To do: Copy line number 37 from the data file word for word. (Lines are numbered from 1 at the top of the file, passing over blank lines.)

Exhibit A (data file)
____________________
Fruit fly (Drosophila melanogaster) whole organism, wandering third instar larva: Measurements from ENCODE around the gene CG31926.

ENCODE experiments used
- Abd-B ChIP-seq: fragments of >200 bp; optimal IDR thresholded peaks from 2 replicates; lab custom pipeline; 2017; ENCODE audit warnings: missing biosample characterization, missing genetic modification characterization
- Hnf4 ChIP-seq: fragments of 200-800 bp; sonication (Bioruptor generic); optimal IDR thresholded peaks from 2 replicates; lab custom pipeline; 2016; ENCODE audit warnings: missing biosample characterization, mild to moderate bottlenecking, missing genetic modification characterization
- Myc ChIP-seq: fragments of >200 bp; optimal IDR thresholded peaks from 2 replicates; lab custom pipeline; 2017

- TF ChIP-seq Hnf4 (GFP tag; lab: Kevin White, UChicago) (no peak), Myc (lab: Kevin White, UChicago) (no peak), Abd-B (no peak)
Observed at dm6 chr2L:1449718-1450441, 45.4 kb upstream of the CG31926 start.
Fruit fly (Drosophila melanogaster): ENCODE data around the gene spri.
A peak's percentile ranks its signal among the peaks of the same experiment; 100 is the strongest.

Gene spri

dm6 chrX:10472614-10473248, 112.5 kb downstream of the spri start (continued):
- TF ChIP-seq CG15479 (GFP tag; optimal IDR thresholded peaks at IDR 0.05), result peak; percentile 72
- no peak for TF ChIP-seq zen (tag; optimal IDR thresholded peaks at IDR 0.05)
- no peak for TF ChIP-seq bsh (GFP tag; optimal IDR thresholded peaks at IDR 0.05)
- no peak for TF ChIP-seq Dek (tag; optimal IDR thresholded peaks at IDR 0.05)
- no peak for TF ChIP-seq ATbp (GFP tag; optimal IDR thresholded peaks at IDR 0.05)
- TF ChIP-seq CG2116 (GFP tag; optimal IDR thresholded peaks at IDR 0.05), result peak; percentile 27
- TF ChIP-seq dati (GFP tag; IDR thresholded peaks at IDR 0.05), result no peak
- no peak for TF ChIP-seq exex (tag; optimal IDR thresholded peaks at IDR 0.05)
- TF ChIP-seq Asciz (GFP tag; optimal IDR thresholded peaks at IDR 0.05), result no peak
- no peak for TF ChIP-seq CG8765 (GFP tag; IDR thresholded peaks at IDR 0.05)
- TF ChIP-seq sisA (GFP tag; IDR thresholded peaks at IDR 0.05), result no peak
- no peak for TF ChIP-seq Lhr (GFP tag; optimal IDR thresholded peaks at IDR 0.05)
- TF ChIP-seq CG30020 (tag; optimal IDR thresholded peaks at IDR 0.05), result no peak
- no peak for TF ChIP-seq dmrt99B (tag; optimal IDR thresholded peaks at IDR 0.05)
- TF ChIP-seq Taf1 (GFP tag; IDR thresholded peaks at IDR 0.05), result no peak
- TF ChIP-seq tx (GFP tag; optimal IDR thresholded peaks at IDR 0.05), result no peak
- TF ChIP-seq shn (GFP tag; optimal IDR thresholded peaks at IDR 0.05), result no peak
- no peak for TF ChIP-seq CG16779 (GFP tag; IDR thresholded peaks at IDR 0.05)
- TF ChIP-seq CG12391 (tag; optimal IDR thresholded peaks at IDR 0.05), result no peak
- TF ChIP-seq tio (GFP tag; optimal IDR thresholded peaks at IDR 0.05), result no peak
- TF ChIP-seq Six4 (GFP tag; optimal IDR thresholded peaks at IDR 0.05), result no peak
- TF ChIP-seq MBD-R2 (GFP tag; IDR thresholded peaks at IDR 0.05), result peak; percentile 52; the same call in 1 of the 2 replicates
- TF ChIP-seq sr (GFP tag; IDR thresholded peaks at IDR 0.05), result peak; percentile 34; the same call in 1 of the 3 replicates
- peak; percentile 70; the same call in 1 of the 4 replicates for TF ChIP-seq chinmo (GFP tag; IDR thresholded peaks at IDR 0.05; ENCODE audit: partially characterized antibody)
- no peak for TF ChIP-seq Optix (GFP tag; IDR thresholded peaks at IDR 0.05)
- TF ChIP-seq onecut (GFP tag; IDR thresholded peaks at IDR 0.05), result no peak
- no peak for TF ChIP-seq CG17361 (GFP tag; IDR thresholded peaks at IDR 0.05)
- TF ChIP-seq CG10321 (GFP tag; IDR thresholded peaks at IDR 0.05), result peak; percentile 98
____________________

- TF ChIP-seq onecut (GFP tag; IDR thresholded peaks at IDR 0.05), result no peak